Cyber-Security Jobs in The Era of Autonomous Vehicles
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Cyber-Security Jobs in The Era of Autonomous Vehicles

By David Levy

Image Attribute: Jaguar Land Rover Drives Forward Connected and Autonomous Vehicle Technologies / Source: Jaguar MENA/Flickr

Image Attribute: Jaguar Land Rover Drives Forward Connected and Autonomous Vehicle Technologies / Source: Jaguar MENA/Flickr

Autonomous vehicles present numerous advantages for deep-pocketed companies, hence the race to bring them to market. Some of the notable vehicles with autonomous features include Tesla's Model 3 and the Audi A8. These companies and their competitors are all hoping to become the first major player to provide a competitive autonomous solution due to the immense economic potential.

The biggest benefit for society is the potential decrease in road accident rates. It’s estimated that 90% of the 1.2 million car accident deaths around the world are caused by human error and despite the recent fatality involving a Female from Arizona and a Self Driving Uber, driverless technology is still considered to be the future of safe driving. 

Furthermore, traffic flow improvements can be made as autonomous vehicles reduce the cumbersome nature of stop and go waves. This is true even if only 5% of vehicles on the road are autonomous. However, for all the promise that autonomous vehicles show, there are some serious problems to address, cyber-security being one of the most serious and urgent concerns among them.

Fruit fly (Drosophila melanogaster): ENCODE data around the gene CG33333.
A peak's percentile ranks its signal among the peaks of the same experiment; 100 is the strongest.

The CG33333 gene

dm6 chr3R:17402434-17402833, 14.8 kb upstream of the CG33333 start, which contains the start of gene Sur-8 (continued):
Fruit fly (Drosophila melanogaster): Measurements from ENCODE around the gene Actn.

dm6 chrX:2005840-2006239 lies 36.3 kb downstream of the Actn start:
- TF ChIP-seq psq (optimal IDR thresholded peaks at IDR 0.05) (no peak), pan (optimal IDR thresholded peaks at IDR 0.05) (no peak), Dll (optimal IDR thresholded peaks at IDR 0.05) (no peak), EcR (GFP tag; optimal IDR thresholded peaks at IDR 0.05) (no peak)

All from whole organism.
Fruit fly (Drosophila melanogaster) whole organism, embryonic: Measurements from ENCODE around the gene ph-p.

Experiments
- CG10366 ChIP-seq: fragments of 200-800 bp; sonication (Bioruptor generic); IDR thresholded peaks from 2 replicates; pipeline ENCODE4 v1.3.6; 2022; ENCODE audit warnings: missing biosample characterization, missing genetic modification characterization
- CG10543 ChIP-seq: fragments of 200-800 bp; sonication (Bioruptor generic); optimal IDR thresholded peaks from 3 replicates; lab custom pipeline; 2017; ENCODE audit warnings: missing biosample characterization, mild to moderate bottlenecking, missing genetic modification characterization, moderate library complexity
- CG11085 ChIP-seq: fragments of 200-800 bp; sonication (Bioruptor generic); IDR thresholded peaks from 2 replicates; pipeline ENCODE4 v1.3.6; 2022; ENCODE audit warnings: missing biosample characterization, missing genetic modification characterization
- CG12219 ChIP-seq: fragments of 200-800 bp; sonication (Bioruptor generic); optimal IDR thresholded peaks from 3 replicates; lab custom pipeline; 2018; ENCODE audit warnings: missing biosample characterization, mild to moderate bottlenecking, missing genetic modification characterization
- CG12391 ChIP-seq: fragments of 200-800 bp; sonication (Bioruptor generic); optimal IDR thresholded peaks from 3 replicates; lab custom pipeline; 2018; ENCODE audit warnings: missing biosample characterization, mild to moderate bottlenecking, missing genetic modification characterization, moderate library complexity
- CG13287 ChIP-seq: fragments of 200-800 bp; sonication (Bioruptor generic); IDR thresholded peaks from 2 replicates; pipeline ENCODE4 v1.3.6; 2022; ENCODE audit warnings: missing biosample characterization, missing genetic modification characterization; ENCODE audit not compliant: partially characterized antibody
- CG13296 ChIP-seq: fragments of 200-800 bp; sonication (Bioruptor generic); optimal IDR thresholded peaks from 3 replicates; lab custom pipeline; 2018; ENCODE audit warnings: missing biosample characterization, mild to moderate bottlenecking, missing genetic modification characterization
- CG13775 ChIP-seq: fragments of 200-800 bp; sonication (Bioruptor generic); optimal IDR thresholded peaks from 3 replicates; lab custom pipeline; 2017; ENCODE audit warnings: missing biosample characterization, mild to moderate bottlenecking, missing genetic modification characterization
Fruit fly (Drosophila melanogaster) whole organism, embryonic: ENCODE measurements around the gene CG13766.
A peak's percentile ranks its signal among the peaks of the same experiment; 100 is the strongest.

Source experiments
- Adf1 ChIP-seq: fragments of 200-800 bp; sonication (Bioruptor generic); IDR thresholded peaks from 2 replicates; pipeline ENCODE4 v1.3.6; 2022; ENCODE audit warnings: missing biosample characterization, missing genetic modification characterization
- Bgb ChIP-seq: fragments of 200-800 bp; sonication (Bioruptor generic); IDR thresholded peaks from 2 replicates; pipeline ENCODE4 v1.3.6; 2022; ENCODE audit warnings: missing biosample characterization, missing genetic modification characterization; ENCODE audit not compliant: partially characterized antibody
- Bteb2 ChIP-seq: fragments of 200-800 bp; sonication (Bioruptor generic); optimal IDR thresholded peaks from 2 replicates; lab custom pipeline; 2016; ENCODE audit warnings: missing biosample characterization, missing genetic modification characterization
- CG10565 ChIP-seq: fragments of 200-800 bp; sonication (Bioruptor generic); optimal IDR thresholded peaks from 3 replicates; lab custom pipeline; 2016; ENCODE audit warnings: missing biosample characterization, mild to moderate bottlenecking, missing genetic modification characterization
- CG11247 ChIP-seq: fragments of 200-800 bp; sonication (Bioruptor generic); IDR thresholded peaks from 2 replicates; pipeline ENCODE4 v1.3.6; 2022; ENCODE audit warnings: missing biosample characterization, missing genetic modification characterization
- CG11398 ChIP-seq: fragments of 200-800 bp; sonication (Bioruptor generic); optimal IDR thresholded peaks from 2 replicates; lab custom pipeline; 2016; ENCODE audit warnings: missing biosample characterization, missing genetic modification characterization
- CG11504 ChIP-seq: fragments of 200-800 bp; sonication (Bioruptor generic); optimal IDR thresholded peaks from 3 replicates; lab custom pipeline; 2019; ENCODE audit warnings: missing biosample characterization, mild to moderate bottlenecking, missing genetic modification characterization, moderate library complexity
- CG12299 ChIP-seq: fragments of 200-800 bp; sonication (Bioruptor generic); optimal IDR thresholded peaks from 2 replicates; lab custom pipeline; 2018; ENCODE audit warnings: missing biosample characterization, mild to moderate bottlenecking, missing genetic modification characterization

Cyber-security risks

For autonomous vehicles to function, communication with an outside network is required. This allows cars to communicate with one another and with central nodes to ensure that traffic flow is optimized, and chances of collisions are minimized. Unfortunately, whenever a system is interfaced with a network there is a risk of hacking. 

Nowadays typical cars have around 100 million lines of code and over 100 ECU’s (Electronic Control Units). When a hacker gains control of a car they can access the critical functions like the brakes and engines making it nearly impossible to prevent harm once a cyber-criminal has gained access.

A dramatic illustration of this took place when a hacker took control of a Jeep Cherokee traveling 70mph as part of a research test to see how easily an autonomous vehicle could be hacked. The experiment showed that gaining control of the functions of a car equipped with self-driving software is relatively easy and subsequently the incident caused Chrysler to withdraw 1.4 million vehicles.

The birth of a new Cyber-security industry

Key automotive companies have started to pay serious attention to the potential hacking threat. For example, General Motors, Fiat Chrysler, and Tesla have launched bug bounty programs where rewards are given for finding security flaws in the software of the car. Soon, freelance coders will be able to build a career by finding these software flaws and collecting on the bounty. It is also likely that new jobs will be created by these automotive giants to assist directly in finding and fixing bugs.